You use scavenged materials, how do you go about finding and choosing what to utilize?
I’ve been collecting construction materials from dumpsters for years. In particular lath, the thin wood strips that form the foundation for plaster inside old walls. When an old house is remodeled these strips (and the plaster) get ripped off the studs and end up in the trash. If I’m lucky I can grab some before everything else from the renovation gets dumped on top of it.

I’ve stockpiled loads of lath so now I’m a little picky when it comes to getting more. I’ll only take the stuff if it’s unbroken and interestingly colored. For instance really dark or really white or a rich orange/yellow tones are hard to find whereas brownish red is everywhere. Some of that is due to what kind of wood was used to make the lath or where in the house it had been used… inside a wall versus inside a ceiling.

Since I use the material as my found palette, color is something I’m always looking for in my bundles of the wood. I try to sort it by color but each piece has two sides, one that held the plaster and one that didn’t. The plaster side is whitish and the other side is darker. So I’m constantly comparing the two sides and trying to decide which one I like better and how to sort it. I make bundles of ‘yellowish’, ‘dark gray’ etc… It can be a torturous process to hunt for that perfect piece.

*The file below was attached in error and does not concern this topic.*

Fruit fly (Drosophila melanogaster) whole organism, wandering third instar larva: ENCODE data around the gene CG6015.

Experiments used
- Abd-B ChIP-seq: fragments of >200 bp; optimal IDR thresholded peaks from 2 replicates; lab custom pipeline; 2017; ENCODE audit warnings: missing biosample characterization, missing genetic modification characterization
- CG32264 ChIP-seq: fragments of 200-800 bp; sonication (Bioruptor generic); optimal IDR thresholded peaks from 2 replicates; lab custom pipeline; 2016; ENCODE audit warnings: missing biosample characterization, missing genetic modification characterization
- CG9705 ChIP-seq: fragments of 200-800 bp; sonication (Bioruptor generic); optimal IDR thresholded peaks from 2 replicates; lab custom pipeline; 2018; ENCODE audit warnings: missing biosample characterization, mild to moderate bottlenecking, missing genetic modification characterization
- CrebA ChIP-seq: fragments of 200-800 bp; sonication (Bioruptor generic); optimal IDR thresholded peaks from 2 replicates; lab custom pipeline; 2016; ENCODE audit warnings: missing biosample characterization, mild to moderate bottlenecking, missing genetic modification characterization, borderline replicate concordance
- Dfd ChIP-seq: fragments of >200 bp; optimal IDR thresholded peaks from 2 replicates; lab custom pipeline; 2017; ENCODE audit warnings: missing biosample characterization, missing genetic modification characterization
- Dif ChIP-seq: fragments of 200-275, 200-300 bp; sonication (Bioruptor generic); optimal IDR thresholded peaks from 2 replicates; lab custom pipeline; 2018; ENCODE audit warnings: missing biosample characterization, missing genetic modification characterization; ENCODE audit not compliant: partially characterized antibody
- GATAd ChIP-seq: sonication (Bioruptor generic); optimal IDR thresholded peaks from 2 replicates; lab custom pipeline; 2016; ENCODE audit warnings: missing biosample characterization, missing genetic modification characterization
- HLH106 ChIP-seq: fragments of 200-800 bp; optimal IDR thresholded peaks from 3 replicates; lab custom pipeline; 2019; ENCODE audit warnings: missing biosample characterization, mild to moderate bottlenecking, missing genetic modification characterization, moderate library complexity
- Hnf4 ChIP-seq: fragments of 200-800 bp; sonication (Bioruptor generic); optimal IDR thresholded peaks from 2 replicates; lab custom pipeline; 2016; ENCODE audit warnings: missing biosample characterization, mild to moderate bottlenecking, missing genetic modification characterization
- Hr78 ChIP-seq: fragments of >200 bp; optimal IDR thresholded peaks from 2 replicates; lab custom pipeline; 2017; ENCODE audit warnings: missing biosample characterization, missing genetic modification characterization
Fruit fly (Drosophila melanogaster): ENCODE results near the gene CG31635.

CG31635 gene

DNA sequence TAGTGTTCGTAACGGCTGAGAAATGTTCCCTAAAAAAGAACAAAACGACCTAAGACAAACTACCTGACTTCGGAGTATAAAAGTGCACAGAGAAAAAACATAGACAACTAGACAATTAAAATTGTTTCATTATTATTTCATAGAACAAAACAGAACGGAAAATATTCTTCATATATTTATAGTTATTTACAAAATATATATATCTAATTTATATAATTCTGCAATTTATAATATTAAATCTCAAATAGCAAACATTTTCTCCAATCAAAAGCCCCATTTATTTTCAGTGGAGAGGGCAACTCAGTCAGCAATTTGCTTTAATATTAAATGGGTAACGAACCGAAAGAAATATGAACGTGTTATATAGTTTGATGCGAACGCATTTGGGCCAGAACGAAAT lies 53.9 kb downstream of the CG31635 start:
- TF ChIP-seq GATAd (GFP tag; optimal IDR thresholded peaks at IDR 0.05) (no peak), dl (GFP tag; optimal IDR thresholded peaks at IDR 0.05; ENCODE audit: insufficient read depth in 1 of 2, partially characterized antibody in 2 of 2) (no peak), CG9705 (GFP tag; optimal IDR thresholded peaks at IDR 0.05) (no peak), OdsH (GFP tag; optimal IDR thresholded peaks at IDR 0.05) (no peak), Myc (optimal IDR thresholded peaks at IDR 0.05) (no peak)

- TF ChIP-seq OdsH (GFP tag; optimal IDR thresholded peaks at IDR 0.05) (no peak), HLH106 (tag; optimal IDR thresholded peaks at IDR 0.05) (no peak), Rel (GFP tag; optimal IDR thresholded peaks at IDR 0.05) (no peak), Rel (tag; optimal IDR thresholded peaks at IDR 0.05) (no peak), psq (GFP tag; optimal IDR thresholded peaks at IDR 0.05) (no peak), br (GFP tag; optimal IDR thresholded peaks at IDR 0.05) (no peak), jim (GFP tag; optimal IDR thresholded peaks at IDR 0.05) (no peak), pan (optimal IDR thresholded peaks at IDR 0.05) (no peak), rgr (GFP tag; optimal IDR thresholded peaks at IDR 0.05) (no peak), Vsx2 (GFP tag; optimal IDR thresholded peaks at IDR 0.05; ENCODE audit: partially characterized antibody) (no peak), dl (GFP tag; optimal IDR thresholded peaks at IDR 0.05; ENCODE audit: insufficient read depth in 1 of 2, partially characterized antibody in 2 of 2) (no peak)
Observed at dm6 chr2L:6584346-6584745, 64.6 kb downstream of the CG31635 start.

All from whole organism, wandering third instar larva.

The availability of this found material and its limitations were the inspiration for me to get back into making art. Discovering it was sort of like learning a new language.

Fortunately for me here in San Francisco there is so much lath locked away in suspended animation behind all these pre-1950’s plaster walls— I’ll never run out, unless people stop renovating buildings.

Much of your work is site-specific and about altering a viewer’s interaction with their surroundings, can you briefly summarize how you begin work at a new location?
When I’m working in a new venue I try to spend as much time as I can in the space before starting a project. Usually it’s a matter of visiting the site as much as possible and photographing it. I make sketches and sometimes I’ll create a scale model of ideas I’m considering. I often use string to get rough ideas into the real space quickly— I’ll tape or pin the string to the walls and floors and draw lines in the space that show where and how a sculptural installation will connect with or interrupt the architecture. It’s an extension of my line drawings that I scribble in my sketchbook.

I’ve been fortunate to work in a few places where I’ve actually spent some time in advance of showing. “Sustained Decay” which was produced in collaboration with Josh Churchill at Adobe Books’ back room in 2007 was the first site -specific installation that I had taken on. The space had so much history and so many artists and supporters had been part of it was in a sense a kind of sacred site. Our project tried to further that feeling while allowing the decayed under-layer of the walls and ceiling to be a central part of the experience.

Besides your art practice, are you involved in any other kind of work?
I have worked as a prop/model maker and art director on television, film and still photo projects for many years. Recently I managed the production of a scale model of the 1969 exhibition “When Attitudes Become Form” for the Wattis Institute at California College of Art here in SF. I worked with a small crew of local SF artists making miniature 1″ scale versions of forty conceptual works from the late 1960’s. It was sort of a kunsthall doll house.

What are you presently inspired by— are there particular things you are reading, listening to or looking at to fuel your work?